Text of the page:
Attorney General Janet Reno came out swinging at mortgage bankers Nov. 4 during the Senate Banking Committee hearing on the long-awaited 1992 Home Mortgage Disclosure Act figures.

The Justice Department and HUD will conduct joint investigations of financial institutions in a dragnet that will focus particularly on independent mortgage companies which are not regulated directly by any of the federal financial regulatory agencies," said Reno.

The figures suggest blacks and Hispanics continue to be denied loans twice as often as whites, a finding that the administration did not welcome.

Reno hinted that the war on lending discrimination is about to get bloody.

Justice, the Department of Housing and Urban Development and each of the four banking regulators are preparing to unleash reinforced exam and enforcement forces. First on the hit list will be those lenders whose denial rates have not improved over past years or that have gone up. Also targeted are lenders for whom the new 1992 HMDA figures show relatively high minority denial rates.

Reno described the Justice Department's increasing investigations of mortgage lenders for bigotry as a long-overdue wakeup call. She said her office will emphasize "bold, vigorous law enforcement."

Reno was backed by HUD Secretary Henry Cisneros who, on behalf of the Clinton administration, said "the message on fair lending ... is simple and clear: We are changing the way we do business, and we mean business."

The Clinton administration also has indicated to bankers that it's no longer going to listen to excuses that HMDA figures are misleading.

Reno criticized bankers for contending that the data's higher rejection rates for minority applicants can be explained by differences in credit worthiness or that lower loan origination rates in minority neighborhoods are due to reduced demand for mortgage loans in such communities.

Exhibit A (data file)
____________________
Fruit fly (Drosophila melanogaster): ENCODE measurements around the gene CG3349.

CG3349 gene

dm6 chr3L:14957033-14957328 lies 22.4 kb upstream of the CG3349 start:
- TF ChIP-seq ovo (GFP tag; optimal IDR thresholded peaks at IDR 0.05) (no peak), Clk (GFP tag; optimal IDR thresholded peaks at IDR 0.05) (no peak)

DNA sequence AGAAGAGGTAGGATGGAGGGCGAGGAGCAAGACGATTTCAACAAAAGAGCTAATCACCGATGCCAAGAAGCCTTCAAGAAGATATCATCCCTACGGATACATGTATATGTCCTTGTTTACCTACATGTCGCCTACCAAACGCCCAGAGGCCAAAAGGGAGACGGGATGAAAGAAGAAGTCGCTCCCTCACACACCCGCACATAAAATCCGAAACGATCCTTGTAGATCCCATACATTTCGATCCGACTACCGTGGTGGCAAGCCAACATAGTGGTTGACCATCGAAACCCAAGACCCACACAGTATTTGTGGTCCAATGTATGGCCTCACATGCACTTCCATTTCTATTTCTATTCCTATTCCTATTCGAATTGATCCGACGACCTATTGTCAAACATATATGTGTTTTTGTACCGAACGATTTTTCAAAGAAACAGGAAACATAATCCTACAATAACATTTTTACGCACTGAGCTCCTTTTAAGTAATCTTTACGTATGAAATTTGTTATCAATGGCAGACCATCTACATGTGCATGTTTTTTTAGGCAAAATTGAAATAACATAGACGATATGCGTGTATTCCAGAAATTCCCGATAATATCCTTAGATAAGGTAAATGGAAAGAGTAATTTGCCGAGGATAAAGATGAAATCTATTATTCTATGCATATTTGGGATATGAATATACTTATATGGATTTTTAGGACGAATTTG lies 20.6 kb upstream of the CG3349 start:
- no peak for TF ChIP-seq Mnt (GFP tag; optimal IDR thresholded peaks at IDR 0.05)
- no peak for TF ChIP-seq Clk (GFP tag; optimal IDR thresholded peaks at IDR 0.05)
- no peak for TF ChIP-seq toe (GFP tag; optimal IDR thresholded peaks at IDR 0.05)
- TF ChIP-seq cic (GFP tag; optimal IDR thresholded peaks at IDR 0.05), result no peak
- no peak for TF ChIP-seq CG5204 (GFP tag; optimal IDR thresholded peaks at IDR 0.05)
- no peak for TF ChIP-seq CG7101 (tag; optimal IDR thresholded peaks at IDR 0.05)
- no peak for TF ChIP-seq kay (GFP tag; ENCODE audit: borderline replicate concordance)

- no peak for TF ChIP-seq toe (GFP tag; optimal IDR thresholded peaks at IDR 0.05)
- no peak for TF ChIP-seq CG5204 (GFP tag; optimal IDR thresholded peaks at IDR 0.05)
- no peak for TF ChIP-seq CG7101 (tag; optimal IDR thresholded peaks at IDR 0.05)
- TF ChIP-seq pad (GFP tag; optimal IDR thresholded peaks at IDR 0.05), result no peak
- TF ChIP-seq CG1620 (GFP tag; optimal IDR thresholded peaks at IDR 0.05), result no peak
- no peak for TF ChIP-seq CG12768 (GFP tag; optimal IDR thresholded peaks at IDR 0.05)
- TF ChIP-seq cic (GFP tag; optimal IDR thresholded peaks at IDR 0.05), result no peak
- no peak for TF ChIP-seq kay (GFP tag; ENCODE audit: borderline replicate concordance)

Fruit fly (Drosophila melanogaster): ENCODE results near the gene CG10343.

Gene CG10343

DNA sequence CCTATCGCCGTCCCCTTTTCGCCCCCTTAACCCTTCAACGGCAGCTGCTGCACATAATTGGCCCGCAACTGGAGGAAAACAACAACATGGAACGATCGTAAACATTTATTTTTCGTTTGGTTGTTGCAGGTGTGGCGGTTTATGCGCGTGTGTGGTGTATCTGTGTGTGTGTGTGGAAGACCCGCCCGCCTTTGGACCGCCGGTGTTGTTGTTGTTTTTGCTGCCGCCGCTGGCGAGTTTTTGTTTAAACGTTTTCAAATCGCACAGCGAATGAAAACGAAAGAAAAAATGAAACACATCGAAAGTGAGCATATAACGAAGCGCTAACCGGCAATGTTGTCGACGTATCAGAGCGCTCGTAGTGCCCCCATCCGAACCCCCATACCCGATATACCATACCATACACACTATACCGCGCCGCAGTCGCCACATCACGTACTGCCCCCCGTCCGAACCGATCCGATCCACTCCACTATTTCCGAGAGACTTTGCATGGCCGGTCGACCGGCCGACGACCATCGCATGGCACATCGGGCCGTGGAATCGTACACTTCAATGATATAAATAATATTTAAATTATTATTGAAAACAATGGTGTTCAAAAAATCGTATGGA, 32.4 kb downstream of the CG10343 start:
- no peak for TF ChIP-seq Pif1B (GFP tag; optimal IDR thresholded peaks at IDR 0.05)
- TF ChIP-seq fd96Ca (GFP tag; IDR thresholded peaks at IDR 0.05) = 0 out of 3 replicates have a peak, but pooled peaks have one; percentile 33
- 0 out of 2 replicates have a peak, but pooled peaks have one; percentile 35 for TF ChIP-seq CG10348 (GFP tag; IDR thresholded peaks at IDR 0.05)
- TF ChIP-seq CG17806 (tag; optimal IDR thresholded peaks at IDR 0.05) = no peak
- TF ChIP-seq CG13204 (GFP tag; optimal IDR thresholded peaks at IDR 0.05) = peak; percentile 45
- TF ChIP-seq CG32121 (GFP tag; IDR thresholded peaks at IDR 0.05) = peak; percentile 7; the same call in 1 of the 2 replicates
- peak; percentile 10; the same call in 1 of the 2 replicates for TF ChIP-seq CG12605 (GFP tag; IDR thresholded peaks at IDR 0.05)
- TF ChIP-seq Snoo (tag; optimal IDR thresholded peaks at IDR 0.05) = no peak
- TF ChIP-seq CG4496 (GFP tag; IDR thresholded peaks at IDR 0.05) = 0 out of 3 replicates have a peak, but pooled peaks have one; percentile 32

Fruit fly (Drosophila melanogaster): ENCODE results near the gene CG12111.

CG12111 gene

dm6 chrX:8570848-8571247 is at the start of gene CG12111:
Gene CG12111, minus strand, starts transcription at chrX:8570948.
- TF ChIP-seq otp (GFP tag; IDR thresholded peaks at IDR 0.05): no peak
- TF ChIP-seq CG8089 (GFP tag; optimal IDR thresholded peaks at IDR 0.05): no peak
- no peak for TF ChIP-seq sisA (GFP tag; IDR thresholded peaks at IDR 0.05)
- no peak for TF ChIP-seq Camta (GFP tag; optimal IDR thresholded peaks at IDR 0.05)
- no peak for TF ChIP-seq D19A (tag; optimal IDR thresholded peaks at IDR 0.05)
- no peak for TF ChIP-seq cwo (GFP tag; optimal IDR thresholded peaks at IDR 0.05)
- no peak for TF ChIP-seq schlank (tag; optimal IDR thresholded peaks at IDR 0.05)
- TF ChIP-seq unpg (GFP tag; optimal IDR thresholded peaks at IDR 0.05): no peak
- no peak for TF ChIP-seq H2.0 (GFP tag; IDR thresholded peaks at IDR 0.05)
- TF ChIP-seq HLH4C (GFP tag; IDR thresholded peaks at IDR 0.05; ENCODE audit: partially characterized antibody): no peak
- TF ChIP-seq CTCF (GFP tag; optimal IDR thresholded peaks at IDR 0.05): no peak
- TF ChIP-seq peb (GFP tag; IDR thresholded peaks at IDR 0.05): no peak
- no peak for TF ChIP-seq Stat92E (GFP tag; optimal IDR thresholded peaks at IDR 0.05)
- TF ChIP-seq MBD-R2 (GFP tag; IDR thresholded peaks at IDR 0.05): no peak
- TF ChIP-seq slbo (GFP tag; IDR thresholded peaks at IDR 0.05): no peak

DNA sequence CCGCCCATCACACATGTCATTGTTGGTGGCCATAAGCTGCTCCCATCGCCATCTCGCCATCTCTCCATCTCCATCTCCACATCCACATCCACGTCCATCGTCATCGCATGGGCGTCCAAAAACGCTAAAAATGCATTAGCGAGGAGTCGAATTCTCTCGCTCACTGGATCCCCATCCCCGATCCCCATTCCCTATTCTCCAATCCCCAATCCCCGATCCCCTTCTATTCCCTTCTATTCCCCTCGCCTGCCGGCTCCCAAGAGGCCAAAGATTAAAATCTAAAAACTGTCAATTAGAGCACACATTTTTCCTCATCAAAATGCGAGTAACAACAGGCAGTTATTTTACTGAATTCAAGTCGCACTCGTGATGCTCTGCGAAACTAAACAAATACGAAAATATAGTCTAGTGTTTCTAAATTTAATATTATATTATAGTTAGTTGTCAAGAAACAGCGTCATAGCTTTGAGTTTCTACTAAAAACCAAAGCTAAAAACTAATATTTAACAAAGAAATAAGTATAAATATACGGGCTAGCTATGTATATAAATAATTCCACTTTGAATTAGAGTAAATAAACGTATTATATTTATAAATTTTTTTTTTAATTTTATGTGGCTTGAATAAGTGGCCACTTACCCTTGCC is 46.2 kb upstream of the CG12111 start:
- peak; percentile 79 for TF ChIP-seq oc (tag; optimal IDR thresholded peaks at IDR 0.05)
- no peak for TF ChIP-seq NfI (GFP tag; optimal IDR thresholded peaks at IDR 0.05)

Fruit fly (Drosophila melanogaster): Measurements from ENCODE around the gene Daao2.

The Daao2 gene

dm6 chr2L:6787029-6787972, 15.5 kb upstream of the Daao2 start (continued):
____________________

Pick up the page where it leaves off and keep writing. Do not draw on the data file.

"Our law suit against Decatur [Federal Savings & Loan, Decatur, Ga.] has sharply called into question this response to these charges," Reno said.

Such charges continue to be challenged in light of the 1992 HMDA data. and it's clear that the Clinton administration and many lawmakers are no longer giving the industry the benefit of the doubt.

The newly released data shows that the number of housing loans applied for rose significantly over previous years, with a dramatic rise in home refinancing and only a modest increase in home improvement loans. The number of applications approved rose across the board as well.

However, "the basic message of the 1992 HMDA data is a disappointing one." Cisneros said. "It tells us that discrimination is still alive and well in America. To cite just one statistic: denial rates for conventional home purchase loans are much higher for African-Americans and Hispanic-Americans than for whites - 36%, 27% and 16% respectively. We cannot allow these wide disparities to continue for any group of people."

The disparities between black and white approval and denial rates persist," said Fed Governor Lawrence Lindsey, adding, There is no question that the differential denial rates and approval rates for different income groups are troubling."

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